I cannot of course speak for Iran but from my reading of Iran’s point of view and my understanding from speaking with Iranians I expect that Iran will want assurances from the United States that, as soon as it achieves its objectives on Iran’s nuclear program, that the U.S. will not revert to its 30 year-long effort of trying to isolate the Islamic Republic and provoke a change of government. Iran will probably also want the United States to commit over the long term to reduce and eventually eliminate sanctions and to respect and work with Iran as an important nation in the Middle East. In that context Iran will also probably expect that the United States and other permanent members of the UN Security Council will recognize Iran’s nuclear program including the enrichment of uranium.

In sum, the United States has immediate demands and it will want agreement over a short period of time.  While Iran probably has the long term objective of getting American assurances that it is prepared to respect and work with Iran as a recognized important nation in the Middle East and in the world. The task will be for each side to resolve these different time frames creatively and convincingly.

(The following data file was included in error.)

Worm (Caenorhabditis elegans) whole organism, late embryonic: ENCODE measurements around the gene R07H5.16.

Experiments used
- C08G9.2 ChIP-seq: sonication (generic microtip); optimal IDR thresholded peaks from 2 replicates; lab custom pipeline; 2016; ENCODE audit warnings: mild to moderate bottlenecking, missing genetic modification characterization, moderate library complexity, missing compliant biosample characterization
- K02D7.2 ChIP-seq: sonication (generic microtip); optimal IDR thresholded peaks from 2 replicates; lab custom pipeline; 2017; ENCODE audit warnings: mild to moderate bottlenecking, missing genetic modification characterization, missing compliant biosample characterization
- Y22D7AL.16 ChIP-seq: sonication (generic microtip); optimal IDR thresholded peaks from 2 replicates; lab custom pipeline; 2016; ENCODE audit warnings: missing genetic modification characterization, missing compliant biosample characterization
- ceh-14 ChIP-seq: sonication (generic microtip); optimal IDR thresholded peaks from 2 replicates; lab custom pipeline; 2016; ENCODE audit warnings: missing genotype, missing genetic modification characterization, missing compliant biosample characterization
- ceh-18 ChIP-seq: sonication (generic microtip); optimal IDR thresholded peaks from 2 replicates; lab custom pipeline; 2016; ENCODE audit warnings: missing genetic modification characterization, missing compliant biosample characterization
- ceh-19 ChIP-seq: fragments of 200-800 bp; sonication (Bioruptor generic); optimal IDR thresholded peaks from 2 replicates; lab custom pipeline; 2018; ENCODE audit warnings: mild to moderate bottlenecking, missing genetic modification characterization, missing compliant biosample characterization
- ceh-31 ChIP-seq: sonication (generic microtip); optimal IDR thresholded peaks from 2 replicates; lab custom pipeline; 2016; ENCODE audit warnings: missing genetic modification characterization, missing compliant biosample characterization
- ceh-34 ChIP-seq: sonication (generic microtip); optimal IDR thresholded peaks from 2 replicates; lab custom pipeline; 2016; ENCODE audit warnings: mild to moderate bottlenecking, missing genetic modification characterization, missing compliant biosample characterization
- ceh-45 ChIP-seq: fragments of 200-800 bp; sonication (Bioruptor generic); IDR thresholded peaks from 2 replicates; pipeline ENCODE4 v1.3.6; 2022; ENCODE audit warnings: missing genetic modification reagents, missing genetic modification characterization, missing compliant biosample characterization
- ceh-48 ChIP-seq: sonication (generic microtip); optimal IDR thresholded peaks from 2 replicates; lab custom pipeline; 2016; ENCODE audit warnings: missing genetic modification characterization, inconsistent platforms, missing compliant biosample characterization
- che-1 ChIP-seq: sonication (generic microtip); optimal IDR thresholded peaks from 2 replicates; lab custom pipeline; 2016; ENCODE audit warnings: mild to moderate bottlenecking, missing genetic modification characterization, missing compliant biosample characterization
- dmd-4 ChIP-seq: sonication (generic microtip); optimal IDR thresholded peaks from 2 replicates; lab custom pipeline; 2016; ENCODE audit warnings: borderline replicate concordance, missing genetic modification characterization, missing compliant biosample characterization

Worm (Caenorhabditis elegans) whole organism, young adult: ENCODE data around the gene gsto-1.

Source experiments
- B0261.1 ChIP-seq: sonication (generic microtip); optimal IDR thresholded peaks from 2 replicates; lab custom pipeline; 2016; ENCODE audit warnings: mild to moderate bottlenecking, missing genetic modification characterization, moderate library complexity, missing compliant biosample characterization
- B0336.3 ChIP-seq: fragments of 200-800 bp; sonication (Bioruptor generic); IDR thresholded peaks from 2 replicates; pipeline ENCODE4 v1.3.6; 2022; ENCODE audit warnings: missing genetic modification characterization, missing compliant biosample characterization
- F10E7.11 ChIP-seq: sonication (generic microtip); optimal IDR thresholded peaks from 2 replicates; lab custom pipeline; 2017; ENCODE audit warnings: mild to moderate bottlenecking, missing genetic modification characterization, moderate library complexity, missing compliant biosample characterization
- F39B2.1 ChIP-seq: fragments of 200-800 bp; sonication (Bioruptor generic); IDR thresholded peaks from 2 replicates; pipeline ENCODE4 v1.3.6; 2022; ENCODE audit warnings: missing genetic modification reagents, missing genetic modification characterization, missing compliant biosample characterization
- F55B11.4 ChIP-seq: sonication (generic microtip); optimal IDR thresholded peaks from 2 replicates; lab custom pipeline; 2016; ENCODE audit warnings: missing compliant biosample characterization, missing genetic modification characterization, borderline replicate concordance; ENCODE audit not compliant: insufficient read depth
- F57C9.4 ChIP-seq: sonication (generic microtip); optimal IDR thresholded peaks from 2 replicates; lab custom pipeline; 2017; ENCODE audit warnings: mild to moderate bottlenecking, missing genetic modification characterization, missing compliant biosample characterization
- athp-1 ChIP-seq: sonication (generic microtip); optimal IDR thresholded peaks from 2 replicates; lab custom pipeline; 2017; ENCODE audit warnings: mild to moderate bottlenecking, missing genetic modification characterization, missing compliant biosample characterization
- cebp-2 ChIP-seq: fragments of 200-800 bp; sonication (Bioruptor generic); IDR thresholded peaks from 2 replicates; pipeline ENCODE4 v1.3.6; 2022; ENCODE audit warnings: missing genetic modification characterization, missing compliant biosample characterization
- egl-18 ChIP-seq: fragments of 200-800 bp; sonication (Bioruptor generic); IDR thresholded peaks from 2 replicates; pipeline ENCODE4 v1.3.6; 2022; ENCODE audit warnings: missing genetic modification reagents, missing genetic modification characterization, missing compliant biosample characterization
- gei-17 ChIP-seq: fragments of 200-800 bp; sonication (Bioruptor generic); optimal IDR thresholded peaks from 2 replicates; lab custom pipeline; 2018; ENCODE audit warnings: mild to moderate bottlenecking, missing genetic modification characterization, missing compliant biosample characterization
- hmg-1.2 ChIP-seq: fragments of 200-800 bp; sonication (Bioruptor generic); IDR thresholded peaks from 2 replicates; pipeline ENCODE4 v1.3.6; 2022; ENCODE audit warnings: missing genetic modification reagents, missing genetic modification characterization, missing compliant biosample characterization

Iranian officials have believed for over three decades that Americans, one day by supporting Saddam Hussein and another day with military expeditions all around Iran, show their animosity towards Iran and make efforts to overthrow the Iranian regime. What is Washington supposed to do in order to remove these bitter memories?

Only a determined, new and sustained set of policies by the United States will begin to “eliminate these bitter memories”. Whether the Iranian “bitter memories” are fully justified is another matter.  But that those Iranian memories are real, there is no doubt.  New United States policies evolving incrementally in response to Iran’s policy and attitudinal shifts will help over time to change attitudes on both sides. Iranians should not forget the long list of American “bitter memories” that inhibit the will and the ability of the US to take the steps necessary to begin the healing process. The healing of three decades of distrust and “bitter memories” will not be easy but it must begin.   As the rebuilding of mutual trust begins I am reminded of the wise warning from the great American theologian Reinhold Neihbur.  Neihbur observed that there are self-righteous extremists in America who would threaten adversaries that   “we must fight their falsehoods with our truths.”  His advice to the self- righteous was that “we must also fight the falsehood in our own truth” Both Americans and Iranians have extremists in their societies with their own “truths” which when examined purposefully might find falsehoods or distortions.